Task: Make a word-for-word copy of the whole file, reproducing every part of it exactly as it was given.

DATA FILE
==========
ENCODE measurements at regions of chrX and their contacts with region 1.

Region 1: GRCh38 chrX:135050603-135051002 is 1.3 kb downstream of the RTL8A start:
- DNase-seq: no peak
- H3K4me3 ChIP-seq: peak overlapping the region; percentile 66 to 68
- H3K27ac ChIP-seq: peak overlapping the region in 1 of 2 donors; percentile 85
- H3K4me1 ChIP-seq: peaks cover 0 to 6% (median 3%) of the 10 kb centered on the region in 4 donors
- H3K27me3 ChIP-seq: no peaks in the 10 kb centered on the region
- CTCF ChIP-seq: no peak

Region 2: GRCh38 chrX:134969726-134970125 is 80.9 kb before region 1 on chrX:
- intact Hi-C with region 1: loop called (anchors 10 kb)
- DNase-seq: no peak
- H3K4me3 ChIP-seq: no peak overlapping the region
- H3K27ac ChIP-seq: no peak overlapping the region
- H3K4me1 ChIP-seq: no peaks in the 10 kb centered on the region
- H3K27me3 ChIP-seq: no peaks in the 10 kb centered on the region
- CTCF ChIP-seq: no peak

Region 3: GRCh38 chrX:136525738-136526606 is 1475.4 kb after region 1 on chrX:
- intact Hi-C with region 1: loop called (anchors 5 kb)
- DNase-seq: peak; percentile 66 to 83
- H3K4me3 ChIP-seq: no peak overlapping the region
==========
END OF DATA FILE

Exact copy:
ENCODE measurements at regions of chrX and their contacts with region 1.

Region 1: GRCh38 chrX:135050603-135051002 is 1.3 kb downstream of the RTL8A start:
- DNase-seq: no peak
- H3K4me3 ChIP-seq: peak overlapping the region; percentile 66 to 68
- H3K27ac ChIP-seq: peak overlapping the region in 1 of 2 donors; percentile 85
- H3K4me1 ChIP-seq: peaks cover 0 to 6% (median 3%) of the 10 kb centered on the region in 4 donors
- H3K27me3 ChIP-seq: no peaks in the 10 kb centered on the region
- CTCF ChIP-seq: no peak

Region 2: GRCh38 chrX:134969726-134970125 is 80.9 kb before region 1 on chrX:
- intact Hi-C with region 1: loop called (anchors 10 kb)
- DNase-seq: no peak
- H3K4me3 ChIP-seq: no peak overlapping the region
- H3K27ac ChIP-seq: no peak overlapping the region
- H3K4me1 ChIP-seq: no peaks in the 10 kb centered on the region
- H3K27me3 ChIP-seq: no peaks in the 10 kb centered on the region
- CTCF ChIP-seq: no peak

Region 3: GRCh38 chrX:136525738-136526606 is 1475.4 kb after region 1 on chrX:
- intact Hi-C with region 1: loop called (anchors 5 kb)
- DNase-seq: peak; percentile 66 to 83
- H3K4me3 ChIP-seq: no peak overlapping the region